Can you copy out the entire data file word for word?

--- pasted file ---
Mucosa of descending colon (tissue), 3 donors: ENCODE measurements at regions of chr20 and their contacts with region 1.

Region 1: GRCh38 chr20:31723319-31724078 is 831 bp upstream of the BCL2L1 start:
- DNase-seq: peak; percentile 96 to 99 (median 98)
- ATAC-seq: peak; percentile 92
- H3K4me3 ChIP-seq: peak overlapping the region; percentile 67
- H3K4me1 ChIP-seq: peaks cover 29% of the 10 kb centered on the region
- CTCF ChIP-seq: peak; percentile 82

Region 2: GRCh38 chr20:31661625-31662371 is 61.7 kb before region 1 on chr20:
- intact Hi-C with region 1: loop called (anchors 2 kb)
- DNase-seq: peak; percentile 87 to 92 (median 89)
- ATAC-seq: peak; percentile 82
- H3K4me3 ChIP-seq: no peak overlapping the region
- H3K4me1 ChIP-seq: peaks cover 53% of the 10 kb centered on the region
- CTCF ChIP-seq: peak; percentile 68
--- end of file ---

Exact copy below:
Mucosa of descending colon (tissue), 3 donors: ENCODE measurements at regions of chr20 and their contacts with region 1.

Region 1: GRCh38 chr20:31723319-31724078 is 831 bp upstream of the BCL2L1 start:
- DNase-seq: peak; percentile 96 to 99 (median 98)
- ATAC-seq: peak; percentile 92
- H3K4me3 ChIP-seq: peak overlapping the region; percentile 67
- H3K4me1 ChIP-seq: peaks cover 29% of the 10 kb centered on the region
- CTCF ChIP-seq: peak; percentile 82

Region 2: GRCh38 chr20:31661625-31662371 is 61.7 kb before region 1 on chr20:
- intact Hi-C with region 1: loop called (anchors 2 kb)
- DNase-seq: peak; percentile 87 to 92 (median 89)
- ATAC-seq: peak; percentile 82
- H3K4me3 ChIP-seq: no peak overlapping the region
- H3K4me1 ChIP-seq: peaks cover 53% of the 10 kb centered on the region
- CTCF ChIP-seq: peak; percentile 68